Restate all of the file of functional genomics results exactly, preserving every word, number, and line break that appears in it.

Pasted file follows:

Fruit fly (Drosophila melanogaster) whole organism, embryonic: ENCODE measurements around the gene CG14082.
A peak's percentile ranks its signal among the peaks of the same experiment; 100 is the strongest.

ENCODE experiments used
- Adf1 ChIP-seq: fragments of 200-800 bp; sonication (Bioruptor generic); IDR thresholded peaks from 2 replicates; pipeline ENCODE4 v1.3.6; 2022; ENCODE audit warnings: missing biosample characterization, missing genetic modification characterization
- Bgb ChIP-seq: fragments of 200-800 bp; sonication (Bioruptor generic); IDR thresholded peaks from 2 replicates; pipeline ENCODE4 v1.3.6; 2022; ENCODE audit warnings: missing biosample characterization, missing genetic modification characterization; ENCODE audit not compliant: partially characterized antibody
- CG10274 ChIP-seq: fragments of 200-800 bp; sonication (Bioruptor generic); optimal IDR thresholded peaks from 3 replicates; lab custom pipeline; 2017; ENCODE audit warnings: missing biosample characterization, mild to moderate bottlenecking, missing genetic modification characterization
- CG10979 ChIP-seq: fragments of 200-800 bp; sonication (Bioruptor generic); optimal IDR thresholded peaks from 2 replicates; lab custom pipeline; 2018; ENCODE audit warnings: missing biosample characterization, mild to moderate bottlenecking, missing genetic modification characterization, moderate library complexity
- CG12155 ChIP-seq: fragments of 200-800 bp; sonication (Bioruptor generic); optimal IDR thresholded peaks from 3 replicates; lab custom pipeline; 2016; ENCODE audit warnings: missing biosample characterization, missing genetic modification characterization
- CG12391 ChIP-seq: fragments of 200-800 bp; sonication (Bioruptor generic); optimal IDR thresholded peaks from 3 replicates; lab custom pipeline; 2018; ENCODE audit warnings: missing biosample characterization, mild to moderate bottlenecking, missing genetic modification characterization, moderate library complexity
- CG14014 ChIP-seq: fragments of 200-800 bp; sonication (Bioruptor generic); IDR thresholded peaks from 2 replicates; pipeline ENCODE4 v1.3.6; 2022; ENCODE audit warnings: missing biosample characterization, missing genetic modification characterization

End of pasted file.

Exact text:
Fruit fly (Drosophila melanogaster) whole organism, embryonic: ENCODE measurements around the gene CG14082.
A peak's percentile ranks its signal among the peaks of the same experiment; 100 is the strongest.

ENCODE experiments used
- Adf1 ChIP-seq: fragments of 200-800 bp; sonication (Bioruptor generic); IDR thresholded peaks from 2 replicates; pipeline ENCODE4 v1.3.6; 2022; ENCODE audit warnings: missing biosample characterization, missing genetic modification characterization
- Bgb ChIP-seq: fragments of 200-800 bp; sonication (Bioruptor generic); IDR thresholded peaks from 2 replicates; pipeline ENCODE4 v1.3.6; 2022; ENCODE audit warnings: missing biosample characterization, missing genetic modification characterization; ENCODE audit not compliant: partially characterized antibody
- CG10274 ChIP-seq: fragments of 200-800 bp; sonication (Bioruptor generic); optimal IDR thresholded peaks from 3 replicates; lab custom pipeline; 2017; ENCODE audit warnings: missing biosample characterization, mild to moderate bottlenecking, missing genetic modification characterization
- CG10979 ChIP-seq: fragments of 200-800 bp; sonication (Bioruptor generic); optimal IDR thresholded peaks from 2 replicates; lab custom pipeline; 2018; ENCODE audit warnings: missing biosample characterization, mild to moderate bottlenecking, missing genetic modification characterization, moderate library complexity
- CG12155 ChIP-seq: fragments of 200-800 bp; sonication (Bioruptor generic); optimal IDR thresholded peaks from 3 replicates; lab custom pipeline; 2016; ENCODE audit warnings: missing biosample characterization, missing genetic modification characterization
- CG12391 ChIP-seq: fragments of 200-800 bp; sonication (Bioruptor generic); optimal IDR thresholded peaks from 3 replicates; lab custom pipeline; 2018; ENCODE audit warnings: missing biosample characterization, mild to moderate bottlenecking, missing genetic modification characterization, moderate library complexity
- CG14014 ChIP-seq: fragments of 200-800 bp; sonication (Bioruptor generic); IDR thresholded peaks from 2 replicates; pipeline ENCODE4 v1.3.6; 2022; ENCODE audit warnings: missing biosample characterization, missing genetic modification characterization